Team Hate saw the swastikas instantly, whether in person or online. They could probably name the source of the pattern; unlike Team Familiarity whose research ends at the 17th century, Team Hate knows that the Snartemo band was attached to a Vendel sword from the age of Beowulf, and was discovered in the early 1930s in Norway. It was held as an example of pure Aryan art, and the use of both the swastika and the Hagall (“H”) runes inspired confidence in the ranks of Nazis. Reproductions of it were prized in the Third Reich, and Heinrich Himmler himself attempted to acquire the original during the Quisling administration of occupied Norway.
For Team Hate, the message of the Snartemo V band on Coronation garb of the King and Queen of Caid was singular and bold: YOU ARE WELCOME HERE.
Those in Team Hate seek to bring more members of Team Hate into the SCA. They seek to drive out members of Team Vigilance and Team Trust who stand against their hate through bullying, death threats, and abuses of whatever power they’re allowed to accrue. Their unchallenged presence will warp and twist the Dream of the SCA into a nightmare for Team Trust, Team Familiarity, and Team Vigilance.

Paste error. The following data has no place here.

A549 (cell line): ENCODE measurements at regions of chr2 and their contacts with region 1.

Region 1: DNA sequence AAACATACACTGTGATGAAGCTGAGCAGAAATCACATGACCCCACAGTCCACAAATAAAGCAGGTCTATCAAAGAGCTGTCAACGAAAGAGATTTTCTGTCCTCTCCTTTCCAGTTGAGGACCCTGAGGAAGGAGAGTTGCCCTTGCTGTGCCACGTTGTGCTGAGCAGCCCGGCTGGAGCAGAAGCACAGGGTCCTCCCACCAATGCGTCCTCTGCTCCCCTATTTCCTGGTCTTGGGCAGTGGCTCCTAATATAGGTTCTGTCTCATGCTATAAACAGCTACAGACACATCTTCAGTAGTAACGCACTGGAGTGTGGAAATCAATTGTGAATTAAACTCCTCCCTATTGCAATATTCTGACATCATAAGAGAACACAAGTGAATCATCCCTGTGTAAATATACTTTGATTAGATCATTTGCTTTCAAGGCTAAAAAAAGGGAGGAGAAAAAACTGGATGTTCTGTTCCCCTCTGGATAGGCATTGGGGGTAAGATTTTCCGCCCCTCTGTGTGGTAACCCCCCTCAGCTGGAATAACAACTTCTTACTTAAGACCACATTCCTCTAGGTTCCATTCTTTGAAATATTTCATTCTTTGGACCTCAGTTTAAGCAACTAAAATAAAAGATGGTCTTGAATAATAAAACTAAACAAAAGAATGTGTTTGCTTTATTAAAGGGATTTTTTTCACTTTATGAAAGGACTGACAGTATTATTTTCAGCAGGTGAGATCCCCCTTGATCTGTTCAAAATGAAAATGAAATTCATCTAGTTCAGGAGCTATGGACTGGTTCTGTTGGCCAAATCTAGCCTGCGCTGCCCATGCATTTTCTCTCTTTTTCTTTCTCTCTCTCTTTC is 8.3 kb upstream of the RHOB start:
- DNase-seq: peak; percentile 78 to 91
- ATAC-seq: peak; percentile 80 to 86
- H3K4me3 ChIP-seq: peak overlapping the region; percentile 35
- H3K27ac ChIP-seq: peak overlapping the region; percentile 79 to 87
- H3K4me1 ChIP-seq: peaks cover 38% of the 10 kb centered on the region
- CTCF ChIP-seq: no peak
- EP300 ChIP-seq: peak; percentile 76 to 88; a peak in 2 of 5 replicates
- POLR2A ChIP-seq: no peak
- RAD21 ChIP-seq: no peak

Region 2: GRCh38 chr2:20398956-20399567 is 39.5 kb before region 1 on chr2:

The SCA is a large and diverse organization. There is room for the idealists and scholars, for recreationists focused anywhere in the Known World, and for participants from every race and ethnicity, every faith, and every point on the gender identity and preference spectrum. There is room in our game for opposing viewpoints, and even vehement disagreement. But there can be no place in this game for hate.
The Board of Directors has recently released an expanded policy on bullying and hate speech. While not perfect, it demonstrates the organization’s commitment to driving out Team Hate. The members of the organization must likewise commit to ridding the organization of this scourge. And we will do so together, by being ever Vigilant, by Trusting one another, and by Familiarizing ourselves with the tactics and dog-whistles of white supremacists everywhere.
I hope that this rubric facilitates discussion for future incidents. No model is perfect, and there are several perspectives that overlap, but I trust that this structure is both comprehensive enough to be meaningful and simple enough to be easily applicable. I myself straddle the line between Team Trust idealist and Team Vigilance cynic, depending on subject and circumstance. I look forward to hearing your opinions on this or any other article I’ve written.